With an initial target of reducing violent crime by at least five percent, the Bureau of Indian Affairs' Office of Justice Service-led effort far exceeded this goal, achieving a 68 percent decrease in violent crime at the Mescalero Reservation in New Mexico, a 40 percent reduction at Rocky Boys in Montana, and a 27 percent reduction in violent crime at Standing Rock in North and South Dakota. The successful program is now being expanded to two additional reservations: the Rosebud Sioux Reservation in South Dakota and the San Carlos Apache Reservation in Arizona.
The Wind River Reservation in Wyoming saw a seven percent increase in reported violent crime over the same period – in part attributable to more frequent reporting of crimes as a result of the rapidly growing law enforcement presence on the reservation and increased public trust of law enforcement. Although the two-year period reflected a total seven percent increase, the Wind River Reservation saw a 30 percent decrease in violent crime between the first and second years of this 24-month initiative, showing that once the spike in reported crimes occurred, the ongoing work of law enforcement in the community began to make a real impact on reducing actual violent crime.
Earlier in the week, Salazar announced several other initiatives - developed in consultation with tribal leaders - that strengthen consultations, restore greater control to individual American Indians and Alaska Natives and tribes over their lands, reform trust asset management and resolve water rights disputes:
The comprehensive and transparent consultation policy will provide a strong, meaningful role for tribal governments at all stages of federal decision-making on Indian policy. The draft policy embodies the best consultation practices and most innovative methods available, contains detailed accountability requirements for Interior managers, responds to the needs of tribal leaders to be more engaged in policy development and promotes more responsible decision-making on issues affecting Indian Country.
The sweeping reform of antiquated, “one-size-fits-all” federal leasing regulations for the 56 million surface acres the federal government holds in trust for tribes and individual Indians will provide landowners certainty and flexibility on the use of their land. The revised regulations, the most comprehensive reform of Indian land leasing rules in more than 50 years, will streamline the approval process for home ownership, expedite business leases and spur renewable energy development in Indian Country.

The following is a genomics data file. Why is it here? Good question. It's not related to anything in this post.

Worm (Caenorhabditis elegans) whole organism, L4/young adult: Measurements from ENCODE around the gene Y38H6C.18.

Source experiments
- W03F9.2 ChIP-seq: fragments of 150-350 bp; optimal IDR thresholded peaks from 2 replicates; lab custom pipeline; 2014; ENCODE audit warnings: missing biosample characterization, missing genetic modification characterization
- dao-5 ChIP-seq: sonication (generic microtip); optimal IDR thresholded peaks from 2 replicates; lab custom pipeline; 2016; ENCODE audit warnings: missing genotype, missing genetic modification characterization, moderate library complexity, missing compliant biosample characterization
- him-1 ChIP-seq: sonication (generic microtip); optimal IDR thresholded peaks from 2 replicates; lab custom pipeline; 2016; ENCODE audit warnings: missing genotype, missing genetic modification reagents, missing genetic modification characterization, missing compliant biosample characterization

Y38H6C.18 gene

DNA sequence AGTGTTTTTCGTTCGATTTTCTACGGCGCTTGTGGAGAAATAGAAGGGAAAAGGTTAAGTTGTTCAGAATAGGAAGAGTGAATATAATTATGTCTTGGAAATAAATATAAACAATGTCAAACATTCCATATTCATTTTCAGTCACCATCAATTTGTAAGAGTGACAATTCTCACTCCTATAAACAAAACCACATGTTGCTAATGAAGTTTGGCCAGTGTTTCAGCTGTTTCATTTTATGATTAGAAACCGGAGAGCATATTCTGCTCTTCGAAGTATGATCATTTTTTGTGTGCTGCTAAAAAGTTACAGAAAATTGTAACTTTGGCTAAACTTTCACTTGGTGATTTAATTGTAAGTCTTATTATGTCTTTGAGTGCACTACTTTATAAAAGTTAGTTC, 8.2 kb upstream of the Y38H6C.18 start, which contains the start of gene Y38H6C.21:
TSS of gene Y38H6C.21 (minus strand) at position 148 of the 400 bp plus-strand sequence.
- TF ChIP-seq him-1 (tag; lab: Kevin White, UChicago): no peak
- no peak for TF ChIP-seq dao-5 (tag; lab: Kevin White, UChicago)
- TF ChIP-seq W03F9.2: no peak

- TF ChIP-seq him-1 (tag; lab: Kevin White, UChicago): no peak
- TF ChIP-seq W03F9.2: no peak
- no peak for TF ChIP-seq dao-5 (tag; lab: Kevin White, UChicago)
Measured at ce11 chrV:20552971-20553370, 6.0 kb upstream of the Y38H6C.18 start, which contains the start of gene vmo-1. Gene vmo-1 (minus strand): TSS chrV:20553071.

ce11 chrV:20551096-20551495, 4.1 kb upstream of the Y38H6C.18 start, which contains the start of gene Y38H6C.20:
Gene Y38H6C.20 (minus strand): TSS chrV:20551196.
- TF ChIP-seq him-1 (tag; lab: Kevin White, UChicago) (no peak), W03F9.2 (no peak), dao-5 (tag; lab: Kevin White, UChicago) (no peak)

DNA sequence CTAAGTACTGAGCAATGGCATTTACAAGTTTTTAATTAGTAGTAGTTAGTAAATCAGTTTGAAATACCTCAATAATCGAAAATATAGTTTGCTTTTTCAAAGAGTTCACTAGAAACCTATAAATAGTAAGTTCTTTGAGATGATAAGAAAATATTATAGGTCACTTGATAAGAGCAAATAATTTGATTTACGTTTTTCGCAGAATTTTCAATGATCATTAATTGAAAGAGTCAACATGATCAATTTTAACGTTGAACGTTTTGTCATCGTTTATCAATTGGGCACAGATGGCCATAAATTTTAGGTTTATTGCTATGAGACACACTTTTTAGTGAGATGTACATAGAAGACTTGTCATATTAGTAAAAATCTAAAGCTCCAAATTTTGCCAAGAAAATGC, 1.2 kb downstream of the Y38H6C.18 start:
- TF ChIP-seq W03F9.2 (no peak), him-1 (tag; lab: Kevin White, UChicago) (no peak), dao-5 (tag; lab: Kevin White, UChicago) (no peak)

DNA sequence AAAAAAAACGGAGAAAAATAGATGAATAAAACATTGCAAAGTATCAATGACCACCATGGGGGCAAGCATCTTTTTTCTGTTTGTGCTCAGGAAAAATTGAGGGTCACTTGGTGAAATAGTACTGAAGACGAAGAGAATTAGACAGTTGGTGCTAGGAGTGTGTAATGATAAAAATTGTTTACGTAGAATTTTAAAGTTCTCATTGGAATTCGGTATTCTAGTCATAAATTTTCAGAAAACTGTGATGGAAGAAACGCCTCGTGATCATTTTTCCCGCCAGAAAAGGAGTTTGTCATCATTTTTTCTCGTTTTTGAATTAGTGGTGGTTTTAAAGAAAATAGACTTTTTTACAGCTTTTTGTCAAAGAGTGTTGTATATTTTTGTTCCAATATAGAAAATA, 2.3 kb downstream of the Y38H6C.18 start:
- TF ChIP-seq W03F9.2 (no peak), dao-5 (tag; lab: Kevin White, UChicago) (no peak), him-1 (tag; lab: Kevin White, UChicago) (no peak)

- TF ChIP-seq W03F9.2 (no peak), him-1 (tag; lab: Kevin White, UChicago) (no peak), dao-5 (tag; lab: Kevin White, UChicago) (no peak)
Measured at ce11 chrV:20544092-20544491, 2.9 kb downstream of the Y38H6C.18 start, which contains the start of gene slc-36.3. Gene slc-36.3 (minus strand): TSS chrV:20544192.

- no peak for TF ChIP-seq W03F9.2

The Secretarial Commission on Indian Trust Administration and Reform was activated by naming five prominent tribal leaders to this national commission to undertake a forward-looking, comprehensive evaluation of how Interior manages nearly $4 billion in American Indian trust funds. The goal is to make the trust administration system more transparent, responsive, customer-friendly and accountable.
The release of $21 million under the Soboba of Luiseño Indians Settlement Act marks the final step in an historic water rights settlement and fulfills promises made to the Soboba Band and southern California communities when Congress approved the Act in 2008. The settlement will stabilize water supplies in the San Jacinto River Basin and enhance economic development opportunities for the Soboba Band and its neighbors.
These initiatives build on other Administration achievements during the past three years, including the historic $3.4 billion Cobell Settlement that addresses long-standing injustices; $1 billion in settlements to meet the critical water needs of Native American communities; the Tribal Law and Order Act, which allowed federal agencies to accelerate their focus on safe tribal communities; and acquiring more than 157,000 acres of land in trust on behalf of tribal nations.